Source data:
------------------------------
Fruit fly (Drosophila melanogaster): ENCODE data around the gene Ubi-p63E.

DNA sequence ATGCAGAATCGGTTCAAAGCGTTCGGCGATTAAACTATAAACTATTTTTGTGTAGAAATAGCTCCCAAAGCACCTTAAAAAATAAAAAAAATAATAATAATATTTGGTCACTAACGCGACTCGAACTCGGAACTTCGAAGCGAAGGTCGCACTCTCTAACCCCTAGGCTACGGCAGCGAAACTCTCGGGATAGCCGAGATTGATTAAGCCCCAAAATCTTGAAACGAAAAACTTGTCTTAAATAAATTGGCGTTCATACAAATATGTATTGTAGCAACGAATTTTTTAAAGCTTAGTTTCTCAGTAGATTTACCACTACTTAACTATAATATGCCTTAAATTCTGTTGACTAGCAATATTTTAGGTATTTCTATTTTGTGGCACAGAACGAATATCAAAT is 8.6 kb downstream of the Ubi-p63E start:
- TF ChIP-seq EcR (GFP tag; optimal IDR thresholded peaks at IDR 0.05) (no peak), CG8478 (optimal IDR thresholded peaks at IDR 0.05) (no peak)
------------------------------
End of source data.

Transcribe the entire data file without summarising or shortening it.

Fruit fly (Drosophila melanogaster): ENCODE data around the gene Ubi-p63E.

DNA sequence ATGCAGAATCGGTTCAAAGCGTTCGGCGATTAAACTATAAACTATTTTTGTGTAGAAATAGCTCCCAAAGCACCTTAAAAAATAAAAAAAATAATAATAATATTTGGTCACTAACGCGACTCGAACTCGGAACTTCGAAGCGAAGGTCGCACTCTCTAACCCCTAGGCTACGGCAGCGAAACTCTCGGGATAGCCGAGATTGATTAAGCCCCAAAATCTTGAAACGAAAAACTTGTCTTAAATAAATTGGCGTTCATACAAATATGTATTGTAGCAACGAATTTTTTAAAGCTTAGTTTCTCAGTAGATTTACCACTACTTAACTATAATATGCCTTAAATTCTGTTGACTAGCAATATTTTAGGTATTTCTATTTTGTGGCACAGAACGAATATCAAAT is 8.6 kb downstream of the Ubi-p63E start:
- TF ChIP-seq EcR (GFP tag; optimal IDR thresholded peaks at IDR 0.05) (no peak), CG8478 (optimal IDR thresholded peaks at IDR 0.05) (no peak)